Medical Coding Medicare Annual
Now, after the year has gone by and we go for the Initial Annual Wellness Visit, this is more extensive and it builds on the G0402. Now, if the patient never showed up in that year, you would combine part of the G0402 with the G0438 because you really are building up quite a database on this patient. So, on this visit, you’re establishing the beneficiary’s medical and family history. You’re establishing the list of current providers and suppliers that are regularly involved in providing medical care to the individual.
Once again, you’re measuring height, weight, body mass index, blood pressure, and other routine measurements deemed appropriate based on the medical and family history. The physician will detect any cognitive impairment, review risk factors for depression (past and present) and mood disorders. They’ll review functional ability and level of safety. And then they’ll write a screening schedule and a checklist that just span 5-10 years.
As you can clearly see, this is not a complete checkup; this is really just an overview and really establishing the patient’s medical history. And then the doctor will establish the list of risk factors and conditions, furnishes personal health advice and a referral, as appropriate, to health education and counseling. Even refer a mental health provider, anything of that nature. And then any other elements determined appropriate by Secretary of Health & Human Services through NCD (National Coverage Determination).
On the third visit, the Subsequent Annual Visit (G0439), this one is just basically updating everything from G0402 to G0438, and you’re just building and making changes and monitoring and keeping up-to-date with the new providers, any hospitalizations they may have had, anything like that. It has nothing to do with 99387, a new physical exam for patient, or 99397 established.
Medical Coding Medicare Annual vs Regular Physicals Part 2 – Video
If you go the cms.gov website, you can really see how these visits work and what’s involved, and it will tell you that you can bill a medical necessity visit if something happens along the lines of while you’re visiting the patient and there is a health issue or concern. Again, when I say the 99387 or 99397, you could certainly bill that at another time, that will not get paid. If you bill a pap or pelvic exam with that, they will get paid. And believe it or not, the reimbursement for pap and pelvic exam, if you need the criteria as well as the breast and pelvic and the pap reimbursement depending on where you are, is anywhere like from $75 to $80. Even if Medicare does not pay for the checkup you’re still making decent money on that other part of the exam.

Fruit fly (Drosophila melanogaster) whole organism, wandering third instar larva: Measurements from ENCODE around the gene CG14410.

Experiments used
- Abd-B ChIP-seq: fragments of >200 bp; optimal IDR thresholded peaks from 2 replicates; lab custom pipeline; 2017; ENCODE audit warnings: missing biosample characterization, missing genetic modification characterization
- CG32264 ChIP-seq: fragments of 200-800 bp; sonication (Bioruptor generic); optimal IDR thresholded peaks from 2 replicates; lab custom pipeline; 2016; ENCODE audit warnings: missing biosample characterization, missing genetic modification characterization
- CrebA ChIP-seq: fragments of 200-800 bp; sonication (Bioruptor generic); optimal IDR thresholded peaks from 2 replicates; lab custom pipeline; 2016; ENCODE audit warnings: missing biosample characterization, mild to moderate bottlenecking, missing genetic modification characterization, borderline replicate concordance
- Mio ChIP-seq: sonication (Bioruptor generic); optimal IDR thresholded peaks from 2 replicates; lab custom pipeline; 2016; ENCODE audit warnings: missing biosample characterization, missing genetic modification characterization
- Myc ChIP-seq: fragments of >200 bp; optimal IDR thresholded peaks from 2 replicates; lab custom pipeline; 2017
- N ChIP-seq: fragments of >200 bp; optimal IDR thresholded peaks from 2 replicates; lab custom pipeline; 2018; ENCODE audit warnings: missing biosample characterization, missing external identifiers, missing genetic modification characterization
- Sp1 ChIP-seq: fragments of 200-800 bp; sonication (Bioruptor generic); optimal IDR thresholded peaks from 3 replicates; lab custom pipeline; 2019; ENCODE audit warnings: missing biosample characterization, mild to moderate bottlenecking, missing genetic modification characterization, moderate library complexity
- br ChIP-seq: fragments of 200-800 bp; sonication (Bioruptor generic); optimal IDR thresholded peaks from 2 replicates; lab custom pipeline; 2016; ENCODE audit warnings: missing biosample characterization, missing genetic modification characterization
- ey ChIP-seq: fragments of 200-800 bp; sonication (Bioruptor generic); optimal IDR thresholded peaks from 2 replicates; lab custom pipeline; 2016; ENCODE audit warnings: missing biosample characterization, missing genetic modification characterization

Typically, what providers do and Medicare suggest is that there is an allowable rate linked to the 99387 or 99397 and Medicare will pay for the pap or pelvic, or any other lab test or procedures that are considered allowable for the visit. And you can bill the patient the allowable amount if you wanted to. But, usually, when you get to be 65, the patient usually has something wrong with them, and so, the doctor has a tendency to use an E/M and then do the screening for the pap and pelvic. The rules being with these two codes, is that it’s every two years; but if it’s high risk, it can be every year, and there are specific diagnosis codes that go with that.
Also, be aware, depending on how you’re coding, if it’s for the Welcome to Medicare and the Annual Wellness Visits or the medical necessity or the preventive physical checkups, make sure that you understand about the advance beneficiary notices that need to be signed and the modifiers that go with that and know where to link the modifiers like -25 or -59 if that’s necessary if you want to get paid, and the correct coding initiative or any of the websites, like, SuperCoder.com, FindACode.com will tell you what modifiers are acceptable and what you can and cannot bill with.
Again, those G codes have nothing to do with the 99387 or 97 and it is very confusing for doctors. I think they get it now because it’s been around a while, but it was a nightmare in the beginning, they just didn’t get it.
That’s pretty much that. Oh, but I do tell you, there is a beautiful chart on CMS.gov that has everything, every preventive visit, every CPT or HCPCS code, diagnosis codes that are associated with it, and how often you can have it, like, say a screening for depression is once a year, that type of thing. It gives you all the information you need, and as long as you have the document, the record, then you should be okay. That’s it. I hope that wasn’t too confusing. It is very confusing to even try to bill for it because doctors usually get it wrong, but I don’t know, we’ll see.
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